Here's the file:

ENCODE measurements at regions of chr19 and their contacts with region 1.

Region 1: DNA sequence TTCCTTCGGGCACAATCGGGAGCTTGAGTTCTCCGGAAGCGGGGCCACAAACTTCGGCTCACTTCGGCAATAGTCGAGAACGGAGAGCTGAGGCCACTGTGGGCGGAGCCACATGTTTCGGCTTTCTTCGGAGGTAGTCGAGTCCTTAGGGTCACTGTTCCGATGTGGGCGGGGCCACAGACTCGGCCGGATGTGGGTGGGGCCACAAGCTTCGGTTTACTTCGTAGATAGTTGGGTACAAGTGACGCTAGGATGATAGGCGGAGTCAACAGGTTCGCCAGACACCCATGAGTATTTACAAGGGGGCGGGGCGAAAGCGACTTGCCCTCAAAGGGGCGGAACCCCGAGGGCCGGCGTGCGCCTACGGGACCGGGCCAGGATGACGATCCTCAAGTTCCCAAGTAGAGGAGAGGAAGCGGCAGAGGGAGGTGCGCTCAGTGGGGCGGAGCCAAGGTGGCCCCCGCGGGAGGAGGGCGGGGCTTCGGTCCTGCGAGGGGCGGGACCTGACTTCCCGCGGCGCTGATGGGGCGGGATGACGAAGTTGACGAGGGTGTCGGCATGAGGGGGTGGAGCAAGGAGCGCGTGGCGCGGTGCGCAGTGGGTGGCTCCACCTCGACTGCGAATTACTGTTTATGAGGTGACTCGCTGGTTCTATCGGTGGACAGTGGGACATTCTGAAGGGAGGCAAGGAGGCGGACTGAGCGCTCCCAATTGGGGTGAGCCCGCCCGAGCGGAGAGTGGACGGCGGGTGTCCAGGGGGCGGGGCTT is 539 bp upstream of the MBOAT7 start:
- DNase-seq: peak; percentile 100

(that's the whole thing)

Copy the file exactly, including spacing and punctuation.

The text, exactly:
ENCODE measurements at regions of chr19 and their contacts with region 1.

Region 1: DNA sequence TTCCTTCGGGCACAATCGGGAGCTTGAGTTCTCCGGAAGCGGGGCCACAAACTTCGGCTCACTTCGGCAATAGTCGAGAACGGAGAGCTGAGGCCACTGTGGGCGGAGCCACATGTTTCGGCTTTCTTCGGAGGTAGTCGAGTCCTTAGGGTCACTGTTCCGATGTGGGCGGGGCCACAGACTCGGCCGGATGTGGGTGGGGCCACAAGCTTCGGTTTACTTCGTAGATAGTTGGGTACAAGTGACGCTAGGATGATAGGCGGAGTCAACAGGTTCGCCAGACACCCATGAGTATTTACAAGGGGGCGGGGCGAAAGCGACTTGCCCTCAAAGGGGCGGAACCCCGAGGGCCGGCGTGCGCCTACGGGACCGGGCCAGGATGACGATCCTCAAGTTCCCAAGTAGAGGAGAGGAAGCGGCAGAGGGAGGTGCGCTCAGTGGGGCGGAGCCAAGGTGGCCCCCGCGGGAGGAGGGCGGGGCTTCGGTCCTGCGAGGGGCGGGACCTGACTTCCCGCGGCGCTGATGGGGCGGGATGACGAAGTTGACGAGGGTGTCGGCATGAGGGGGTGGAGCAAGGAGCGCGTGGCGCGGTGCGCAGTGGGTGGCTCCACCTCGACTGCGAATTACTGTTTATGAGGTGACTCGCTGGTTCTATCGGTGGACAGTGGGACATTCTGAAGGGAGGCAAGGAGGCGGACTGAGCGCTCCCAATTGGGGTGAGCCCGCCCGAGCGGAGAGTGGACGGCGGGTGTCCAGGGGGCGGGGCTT is 539 bp upstream of the MBOAT7 start:
- DNase-seq: peak; percentile 100